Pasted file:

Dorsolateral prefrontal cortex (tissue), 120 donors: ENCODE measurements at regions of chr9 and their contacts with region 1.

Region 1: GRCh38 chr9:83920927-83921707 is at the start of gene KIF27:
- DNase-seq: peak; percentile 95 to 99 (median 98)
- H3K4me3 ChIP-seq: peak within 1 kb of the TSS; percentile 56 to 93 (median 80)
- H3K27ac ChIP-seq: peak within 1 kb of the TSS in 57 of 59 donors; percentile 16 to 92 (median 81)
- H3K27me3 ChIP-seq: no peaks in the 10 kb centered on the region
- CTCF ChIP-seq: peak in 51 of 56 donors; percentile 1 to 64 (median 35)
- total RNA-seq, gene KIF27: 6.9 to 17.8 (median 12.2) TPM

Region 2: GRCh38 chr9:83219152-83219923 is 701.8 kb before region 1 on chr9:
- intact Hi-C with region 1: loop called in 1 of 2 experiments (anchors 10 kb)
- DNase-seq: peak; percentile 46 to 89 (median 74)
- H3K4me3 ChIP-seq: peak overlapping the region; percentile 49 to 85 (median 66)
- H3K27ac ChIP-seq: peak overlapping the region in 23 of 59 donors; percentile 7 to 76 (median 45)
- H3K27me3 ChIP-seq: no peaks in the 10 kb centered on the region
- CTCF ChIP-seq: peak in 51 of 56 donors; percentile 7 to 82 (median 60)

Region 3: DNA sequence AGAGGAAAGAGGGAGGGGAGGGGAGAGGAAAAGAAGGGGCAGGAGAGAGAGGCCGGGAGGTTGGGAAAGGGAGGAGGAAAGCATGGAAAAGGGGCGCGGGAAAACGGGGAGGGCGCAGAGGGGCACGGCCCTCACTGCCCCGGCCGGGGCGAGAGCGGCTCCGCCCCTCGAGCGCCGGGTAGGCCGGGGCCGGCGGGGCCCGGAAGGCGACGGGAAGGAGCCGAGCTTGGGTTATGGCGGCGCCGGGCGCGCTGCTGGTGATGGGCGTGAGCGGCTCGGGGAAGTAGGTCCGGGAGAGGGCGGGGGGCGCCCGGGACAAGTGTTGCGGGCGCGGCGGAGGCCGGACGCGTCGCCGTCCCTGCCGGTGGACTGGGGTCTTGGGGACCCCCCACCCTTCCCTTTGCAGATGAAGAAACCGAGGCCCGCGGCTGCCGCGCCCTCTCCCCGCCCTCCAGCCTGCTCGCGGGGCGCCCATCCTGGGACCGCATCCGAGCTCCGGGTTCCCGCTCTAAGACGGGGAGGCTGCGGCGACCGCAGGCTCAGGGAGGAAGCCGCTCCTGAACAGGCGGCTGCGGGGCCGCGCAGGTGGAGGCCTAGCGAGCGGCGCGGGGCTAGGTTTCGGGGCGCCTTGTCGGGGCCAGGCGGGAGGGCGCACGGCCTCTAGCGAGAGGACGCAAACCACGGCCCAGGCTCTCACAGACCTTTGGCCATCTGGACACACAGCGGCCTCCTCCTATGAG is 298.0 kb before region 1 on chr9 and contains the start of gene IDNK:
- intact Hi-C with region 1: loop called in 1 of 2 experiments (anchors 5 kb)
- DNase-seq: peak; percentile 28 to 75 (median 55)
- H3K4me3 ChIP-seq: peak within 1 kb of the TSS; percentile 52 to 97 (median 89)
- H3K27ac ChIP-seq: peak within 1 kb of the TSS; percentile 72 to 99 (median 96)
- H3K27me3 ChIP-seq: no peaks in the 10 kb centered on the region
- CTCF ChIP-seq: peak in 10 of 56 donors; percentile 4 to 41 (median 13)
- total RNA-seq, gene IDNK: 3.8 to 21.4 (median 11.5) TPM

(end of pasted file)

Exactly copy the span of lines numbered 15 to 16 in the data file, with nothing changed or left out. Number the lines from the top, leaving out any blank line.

- CTCF ChIP-seq: peak in 51 of 56 donors; percentile 7 to 82 (median 60)

Region 3: DNA sequence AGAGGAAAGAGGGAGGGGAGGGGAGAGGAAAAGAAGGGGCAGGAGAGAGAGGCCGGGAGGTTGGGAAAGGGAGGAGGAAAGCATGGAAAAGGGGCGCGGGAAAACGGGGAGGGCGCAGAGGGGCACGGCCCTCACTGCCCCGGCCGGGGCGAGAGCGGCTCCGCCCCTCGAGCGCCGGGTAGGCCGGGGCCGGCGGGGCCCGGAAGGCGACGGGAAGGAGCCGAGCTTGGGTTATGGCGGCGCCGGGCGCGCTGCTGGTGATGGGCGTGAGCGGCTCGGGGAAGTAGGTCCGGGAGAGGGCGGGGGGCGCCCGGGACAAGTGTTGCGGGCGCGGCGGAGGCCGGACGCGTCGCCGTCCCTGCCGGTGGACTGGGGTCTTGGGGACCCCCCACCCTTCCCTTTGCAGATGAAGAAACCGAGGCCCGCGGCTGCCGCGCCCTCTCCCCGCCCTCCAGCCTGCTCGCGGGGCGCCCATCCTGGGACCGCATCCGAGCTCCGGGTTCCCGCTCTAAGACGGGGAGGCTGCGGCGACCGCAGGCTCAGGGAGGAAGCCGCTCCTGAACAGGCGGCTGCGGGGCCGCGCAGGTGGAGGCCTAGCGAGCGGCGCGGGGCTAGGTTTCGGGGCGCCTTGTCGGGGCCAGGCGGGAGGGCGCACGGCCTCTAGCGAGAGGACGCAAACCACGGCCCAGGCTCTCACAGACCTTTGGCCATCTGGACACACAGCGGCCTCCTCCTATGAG is 298.0 kb before region 1 on chr9 and contains the start of gene IDNK: